The Lord Jesus responds to them by telling them about the long-lasting effects of the bread He has to offer them.  In verse 35, He says, “I am the bread of life; he who comes to Me shall not hunger, and he who believes in Me shall never thirst.”  Jesus is speaking spiritually, but they are taking it literally.  They want this bread, just as the woman at the well, in John 4:15, wanted that “living water”!  He also states, in verse 33, that the bread He offers is not exclusive to the Jews, but inclusive of the whole world.  He “gives life to the world”.  So the bread Jesus offers in Himself is long-lasting and inclusive of all peoples without distinction.

A.  THE MANNA WAS PHYSICAL FOOD  (verse 49)

In verse 49, Jesus once again begins to compare Himself to the manna, but this time He emphasizes that He is the bread which will prevent death.  He says, “Your fathers ate the manna in the wilderness, and they died.”  The manna sustained physical life but it didn’t prevent death.  All who ate the manna eventually died.  There would be no argument among the people listening to Him concerning that statement.  They were probably nodding their heads silently in agreement.  The Scriptures were clear that the manna was given to sustain the lives of their ancestors until they died, or until the next generation entered the promised land and could eat the fruit of that land.  However, the next sentence from the mouth of Jesus is going to raise some eyebrows and start the grumbling again!  This is especially so because He is now inside the synagogue where there are probably priests, Pharisees, and Sadducees among those who are listening to Him speak.  The crowd isn’t friendly anymore!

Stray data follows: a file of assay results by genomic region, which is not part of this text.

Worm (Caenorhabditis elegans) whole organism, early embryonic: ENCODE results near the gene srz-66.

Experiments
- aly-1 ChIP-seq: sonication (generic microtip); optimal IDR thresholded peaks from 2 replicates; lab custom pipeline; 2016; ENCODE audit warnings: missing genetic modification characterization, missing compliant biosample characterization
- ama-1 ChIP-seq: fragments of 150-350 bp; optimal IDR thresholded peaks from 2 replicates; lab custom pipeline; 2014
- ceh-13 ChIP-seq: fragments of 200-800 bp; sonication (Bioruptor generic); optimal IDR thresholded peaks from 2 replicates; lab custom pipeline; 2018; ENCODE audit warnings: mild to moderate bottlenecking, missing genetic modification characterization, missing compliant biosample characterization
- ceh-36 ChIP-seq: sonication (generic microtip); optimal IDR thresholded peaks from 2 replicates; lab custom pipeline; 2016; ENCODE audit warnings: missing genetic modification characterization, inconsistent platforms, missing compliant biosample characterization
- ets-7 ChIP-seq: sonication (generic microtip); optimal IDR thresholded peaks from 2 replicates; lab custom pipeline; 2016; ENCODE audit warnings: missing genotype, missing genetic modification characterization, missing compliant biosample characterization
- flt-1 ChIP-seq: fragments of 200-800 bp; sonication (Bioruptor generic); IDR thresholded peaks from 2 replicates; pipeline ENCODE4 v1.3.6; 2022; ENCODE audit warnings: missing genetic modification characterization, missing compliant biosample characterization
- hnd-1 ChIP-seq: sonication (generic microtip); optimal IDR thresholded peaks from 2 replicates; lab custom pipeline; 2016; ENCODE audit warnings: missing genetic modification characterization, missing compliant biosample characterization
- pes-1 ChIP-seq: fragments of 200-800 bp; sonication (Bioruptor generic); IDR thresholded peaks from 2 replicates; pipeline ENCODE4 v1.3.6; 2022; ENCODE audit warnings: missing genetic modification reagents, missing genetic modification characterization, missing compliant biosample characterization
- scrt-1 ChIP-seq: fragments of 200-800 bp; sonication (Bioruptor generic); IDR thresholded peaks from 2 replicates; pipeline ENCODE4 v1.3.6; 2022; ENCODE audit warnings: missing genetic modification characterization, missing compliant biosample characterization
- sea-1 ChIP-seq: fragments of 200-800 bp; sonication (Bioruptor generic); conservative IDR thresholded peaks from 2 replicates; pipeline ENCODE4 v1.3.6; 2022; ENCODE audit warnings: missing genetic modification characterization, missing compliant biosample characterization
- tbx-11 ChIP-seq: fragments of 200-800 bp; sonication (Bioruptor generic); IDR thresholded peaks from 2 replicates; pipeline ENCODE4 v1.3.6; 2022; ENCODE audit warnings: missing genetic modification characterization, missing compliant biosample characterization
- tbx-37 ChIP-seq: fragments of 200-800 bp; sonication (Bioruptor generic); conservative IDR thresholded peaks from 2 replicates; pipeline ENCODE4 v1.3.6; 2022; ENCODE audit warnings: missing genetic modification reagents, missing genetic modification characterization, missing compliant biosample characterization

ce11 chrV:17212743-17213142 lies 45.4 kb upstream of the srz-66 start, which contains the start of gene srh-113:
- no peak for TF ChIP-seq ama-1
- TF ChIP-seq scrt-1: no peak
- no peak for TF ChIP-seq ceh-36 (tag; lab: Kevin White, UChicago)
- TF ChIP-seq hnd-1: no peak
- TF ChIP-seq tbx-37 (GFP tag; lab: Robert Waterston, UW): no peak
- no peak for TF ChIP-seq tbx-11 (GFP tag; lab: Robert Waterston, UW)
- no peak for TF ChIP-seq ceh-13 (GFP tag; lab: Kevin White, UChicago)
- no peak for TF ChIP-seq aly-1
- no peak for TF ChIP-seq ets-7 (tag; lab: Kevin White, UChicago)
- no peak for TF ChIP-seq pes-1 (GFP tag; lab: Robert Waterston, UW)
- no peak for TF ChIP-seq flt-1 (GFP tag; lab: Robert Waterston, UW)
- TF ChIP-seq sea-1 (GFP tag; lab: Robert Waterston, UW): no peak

This is not the Sabbath day.  They apostle John is very diligent about letting his readers know when it is a Sabbath or a feast day of the Jews.  The previous Sabbath was just a couple of days earlier, when Jesus healed the lame man at the pool of Bethesda in Jerusalem (John 5:1-17).  If it’s not the Sabbath, why would Jesus be going to the synagogue on a weekday?  This synagogue was a busy place during the week also.  It served as a community center, school, court, and place of study.  There was never a dull moment in the synagogues of that day.

B.  THE BREAD OF PERPETUAL LIFE (verse 50)

In verse 50, the Lord Jesus once again makes a comparison between the manna and the bread He has to offer them.  He says, “But here is the bread that comes down from heaven, which a man may eat and not die.”  So far, the crowd has been thinking that Jesus is talking about physical bread, so they are naturally going to deduce that He is talking about physical death.  Two people from the Scriptures must have immediately come to their minds.  Their names were Enoch and Elijah, and they are the only two people in the Law, the Prophets, and the Writings who did not die.  (Genesis 5:22-24; II Kings 2:1-15).  It’s also obvious from the Scriptures that it wasn’t bread that kept these two men from dying.  What is Jesus talking about?  Why is He making such a claim?